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Climb in the 1971 Dodge Charger and crank it up with Car and Track

"If you like cars and in particular appreciate styling this 1971 Dodge Charger has to grab you"—at least that's what Car and Track host Bud Lindemann thought. The host was excited that "somebody finally had enough originality to build a car that doesn't look like it came off a GM drawing board". As this vintage road test footage proves, the 71 Charger wasn't just a looker—it had it all in the muscle department and was quite a performer on the track.


If you were willing to look over the dismal 8-10 MPG fuel economy and the whale of a price tag (over the $5000 mark) the 1971 Charger SE was quite a car. From it's 370 horsepower 440 V8 to it's on track handling characteristics, the Charger had it where it counted. On top of all that, the car was easy on the eyes, a fact Lindemann didn't mind mentioning several times. It was no Ferrari, but the 4000 pound Charger was "a better than average performer by far".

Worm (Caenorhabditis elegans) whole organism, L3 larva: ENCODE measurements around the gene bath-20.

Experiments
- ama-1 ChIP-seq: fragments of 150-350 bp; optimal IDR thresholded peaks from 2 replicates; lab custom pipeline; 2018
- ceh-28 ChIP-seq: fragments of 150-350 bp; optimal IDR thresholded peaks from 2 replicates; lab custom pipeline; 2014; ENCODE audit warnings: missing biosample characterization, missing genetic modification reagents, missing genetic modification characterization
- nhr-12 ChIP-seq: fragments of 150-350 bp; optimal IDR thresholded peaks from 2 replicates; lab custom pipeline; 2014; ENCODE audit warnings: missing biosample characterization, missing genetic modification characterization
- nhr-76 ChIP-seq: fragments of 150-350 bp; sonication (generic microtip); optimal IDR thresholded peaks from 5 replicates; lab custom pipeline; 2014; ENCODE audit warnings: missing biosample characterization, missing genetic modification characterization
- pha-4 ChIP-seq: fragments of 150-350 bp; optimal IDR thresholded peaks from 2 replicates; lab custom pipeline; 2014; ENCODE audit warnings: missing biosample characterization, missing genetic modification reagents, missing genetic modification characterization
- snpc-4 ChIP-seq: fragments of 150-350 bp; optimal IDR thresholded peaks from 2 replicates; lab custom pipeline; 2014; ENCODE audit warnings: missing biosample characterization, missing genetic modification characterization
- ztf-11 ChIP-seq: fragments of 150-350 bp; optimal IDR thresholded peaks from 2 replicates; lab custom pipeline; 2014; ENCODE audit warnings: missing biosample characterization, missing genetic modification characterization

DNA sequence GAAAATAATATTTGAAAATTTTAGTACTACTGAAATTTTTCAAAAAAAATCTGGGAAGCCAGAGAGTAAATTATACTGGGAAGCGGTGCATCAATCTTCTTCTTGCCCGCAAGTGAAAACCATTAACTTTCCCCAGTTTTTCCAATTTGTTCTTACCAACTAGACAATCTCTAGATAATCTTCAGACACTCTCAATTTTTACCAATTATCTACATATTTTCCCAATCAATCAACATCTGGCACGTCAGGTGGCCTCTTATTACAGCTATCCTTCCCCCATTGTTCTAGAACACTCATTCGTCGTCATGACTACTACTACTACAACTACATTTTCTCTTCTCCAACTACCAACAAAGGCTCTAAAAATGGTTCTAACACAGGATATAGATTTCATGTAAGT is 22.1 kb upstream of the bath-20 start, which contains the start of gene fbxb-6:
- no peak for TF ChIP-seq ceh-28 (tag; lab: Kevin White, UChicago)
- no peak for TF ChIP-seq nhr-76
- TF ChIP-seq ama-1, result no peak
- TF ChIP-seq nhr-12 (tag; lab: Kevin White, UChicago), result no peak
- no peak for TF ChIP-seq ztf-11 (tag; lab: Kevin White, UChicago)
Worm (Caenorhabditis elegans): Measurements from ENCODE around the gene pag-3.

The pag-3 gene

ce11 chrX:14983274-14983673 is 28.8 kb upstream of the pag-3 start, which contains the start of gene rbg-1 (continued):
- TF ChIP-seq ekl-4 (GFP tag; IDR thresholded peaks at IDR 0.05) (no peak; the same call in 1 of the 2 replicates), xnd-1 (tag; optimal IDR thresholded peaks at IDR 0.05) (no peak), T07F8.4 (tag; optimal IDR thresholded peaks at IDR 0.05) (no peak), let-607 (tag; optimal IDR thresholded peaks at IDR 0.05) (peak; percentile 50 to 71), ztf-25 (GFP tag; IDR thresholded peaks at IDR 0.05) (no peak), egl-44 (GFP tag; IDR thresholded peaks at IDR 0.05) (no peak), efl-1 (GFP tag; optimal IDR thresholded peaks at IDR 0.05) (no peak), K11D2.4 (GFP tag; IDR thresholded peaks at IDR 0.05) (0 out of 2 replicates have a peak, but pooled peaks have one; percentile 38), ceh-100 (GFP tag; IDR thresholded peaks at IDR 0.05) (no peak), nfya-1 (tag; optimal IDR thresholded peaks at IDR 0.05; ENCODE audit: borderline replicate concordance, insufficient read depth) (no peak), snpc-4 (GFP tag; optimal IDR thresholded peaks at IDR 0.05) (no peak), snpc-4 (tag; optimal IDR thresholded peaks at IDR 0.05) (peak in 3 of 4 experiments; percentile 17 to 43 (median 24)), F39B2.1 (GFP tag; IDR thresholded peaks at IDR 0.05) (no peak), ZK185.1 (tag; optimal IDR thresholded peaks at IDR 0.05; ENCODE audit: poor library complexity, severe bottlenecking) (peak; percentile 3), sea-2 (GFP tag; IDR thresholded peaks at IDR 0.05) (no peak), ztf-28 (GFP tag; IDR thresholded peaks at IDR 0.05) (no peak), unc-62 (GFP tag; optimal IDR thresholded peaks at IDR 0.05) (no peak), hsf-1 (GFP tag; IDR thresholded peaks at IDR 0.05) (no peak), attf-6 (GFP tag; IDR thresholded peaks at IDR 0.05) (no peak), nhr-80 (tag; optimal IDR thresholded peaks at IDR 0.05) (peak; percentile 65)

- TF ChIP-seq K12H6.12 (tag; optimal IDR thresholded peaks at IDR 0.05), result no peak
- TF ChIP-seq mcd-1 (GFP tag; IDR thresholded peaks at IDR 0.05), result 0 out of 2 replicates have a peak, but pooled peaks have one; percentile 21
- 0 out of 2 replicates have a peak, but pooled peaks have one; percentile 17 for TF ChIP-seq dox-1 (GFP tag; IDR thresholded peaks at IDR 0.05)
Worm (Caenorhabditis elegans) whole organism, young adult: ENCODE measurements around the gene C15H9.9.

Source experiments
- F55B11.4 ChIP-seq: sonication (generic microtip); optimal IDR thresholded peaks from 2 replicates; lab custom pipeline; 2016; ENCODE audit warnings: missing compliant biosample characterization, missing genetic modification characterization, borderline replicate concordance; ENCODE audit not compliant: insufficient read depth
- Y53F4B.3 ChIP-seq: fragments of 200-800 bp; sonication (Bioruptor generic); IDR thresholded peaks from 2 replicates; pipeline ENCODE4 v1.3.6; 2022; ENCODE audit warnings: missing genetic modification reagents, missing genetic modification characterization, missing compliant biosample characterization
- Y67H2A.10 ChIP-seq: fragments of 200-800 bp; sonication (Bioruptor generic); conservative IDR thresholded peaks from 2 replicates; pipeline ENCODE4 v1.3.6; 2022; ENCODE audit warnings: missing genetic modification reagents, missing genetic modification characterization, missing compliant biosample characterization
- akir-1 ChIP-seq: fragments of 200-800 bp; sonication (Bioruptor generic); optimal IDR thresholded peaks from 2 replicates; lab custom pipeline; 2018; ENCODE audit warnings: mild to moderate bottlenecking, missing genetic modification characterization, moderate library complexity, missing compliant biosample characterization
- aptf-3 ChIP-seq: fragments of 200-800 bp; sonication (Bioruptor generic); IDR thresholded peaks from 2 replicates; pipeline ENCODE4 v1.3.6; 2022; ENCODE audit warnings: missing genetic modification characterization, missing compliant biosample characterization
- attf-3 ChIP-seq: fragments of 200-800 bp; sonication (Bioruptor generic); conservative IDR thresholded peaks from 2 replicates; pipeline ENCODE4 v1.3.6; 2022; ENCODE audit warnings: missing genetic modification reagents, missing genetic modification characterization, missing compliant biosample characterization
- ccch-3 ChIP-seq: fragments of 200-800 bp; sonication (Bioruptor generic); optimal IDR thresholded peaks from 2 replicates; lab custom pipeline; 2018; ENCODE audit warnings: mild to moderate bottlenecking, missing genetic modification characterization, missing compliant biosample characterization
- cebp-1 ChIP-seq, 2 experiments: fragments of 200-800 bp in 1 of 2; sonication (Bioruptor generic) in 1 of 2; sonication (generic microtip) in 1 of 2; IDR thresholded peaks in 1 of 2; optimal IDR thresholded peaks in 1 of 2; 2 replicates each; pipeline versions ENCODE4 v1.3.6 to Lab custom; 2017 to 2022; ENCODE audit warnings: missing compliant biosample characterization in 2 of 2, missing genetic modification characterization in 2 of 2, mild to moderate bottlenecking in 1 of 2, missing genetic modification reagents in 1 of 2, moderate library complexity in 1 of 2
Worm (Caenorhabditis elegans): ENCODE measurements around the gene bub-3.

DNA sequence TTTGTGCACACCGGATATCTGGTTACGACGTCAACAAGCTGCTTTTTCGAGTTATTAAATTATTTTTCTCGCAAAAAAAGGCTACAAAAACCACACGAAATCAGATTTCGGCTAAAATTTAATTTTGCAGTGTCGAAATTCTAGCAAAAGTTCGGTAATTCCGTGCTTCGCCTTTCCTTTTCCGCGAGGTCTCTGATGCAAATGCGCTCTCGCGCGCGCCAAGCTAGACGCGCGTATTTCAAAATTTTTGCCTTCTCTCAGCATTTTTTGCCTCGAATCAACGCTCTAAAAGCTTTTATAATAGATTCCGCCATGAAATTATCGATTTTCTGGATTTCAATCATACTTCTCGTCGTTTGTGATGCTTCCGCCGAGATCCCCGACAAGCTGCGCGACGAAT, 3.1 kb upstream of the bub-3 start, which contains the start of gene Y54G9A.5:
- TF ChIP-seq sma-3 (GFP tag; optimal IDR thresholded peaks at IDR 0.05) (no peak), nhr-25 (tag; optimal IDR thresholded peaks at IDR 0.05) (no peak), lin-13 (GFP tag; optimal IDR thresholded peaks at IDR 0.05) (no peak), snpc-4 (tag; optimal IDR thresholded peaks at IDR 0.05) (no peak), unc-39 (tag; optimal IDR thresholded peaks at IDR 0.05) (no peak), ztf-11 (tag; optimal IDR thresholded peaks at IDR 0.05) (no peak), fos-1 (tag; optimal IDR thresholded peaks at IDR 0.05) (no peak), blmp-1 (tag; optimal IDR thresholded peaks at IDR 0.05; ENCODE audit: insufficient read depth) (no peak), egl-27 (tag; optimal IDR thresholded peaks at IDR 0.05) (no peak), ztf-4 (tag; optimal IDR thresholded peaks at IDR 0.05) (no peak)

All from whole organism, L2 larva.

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A 1971 Dodge Charger was the 1971 Indianapolis 500 pace car that crashed into the photographer stand at the start of the race. Driving the pace car that day was local Dodge dealer Eldon Palmer, who fielded the car himself that year (Chrysler, along with Ford and GM, sensed the impending end of the muscle car era and chose not to supply an official pace car in 1971. Palmer got together with other local Dodge dealers to round up 50 Challengers for the Indy 500.) As the story goes, Palmer had practiced braking in the pits before the race and positioned either a flag or a cone at the point where he should have started to brake. However, before the pace lap and the start of the race, somebody removed the marker, so Palmer, with Indianapolis Motor Speedway owner Tony Hulman, astronaut John Glenn and Chris Schenkel of ABC Sports in the car, ended up braking late and careening out of control into the stand. Several photographers were injured, but none fatally.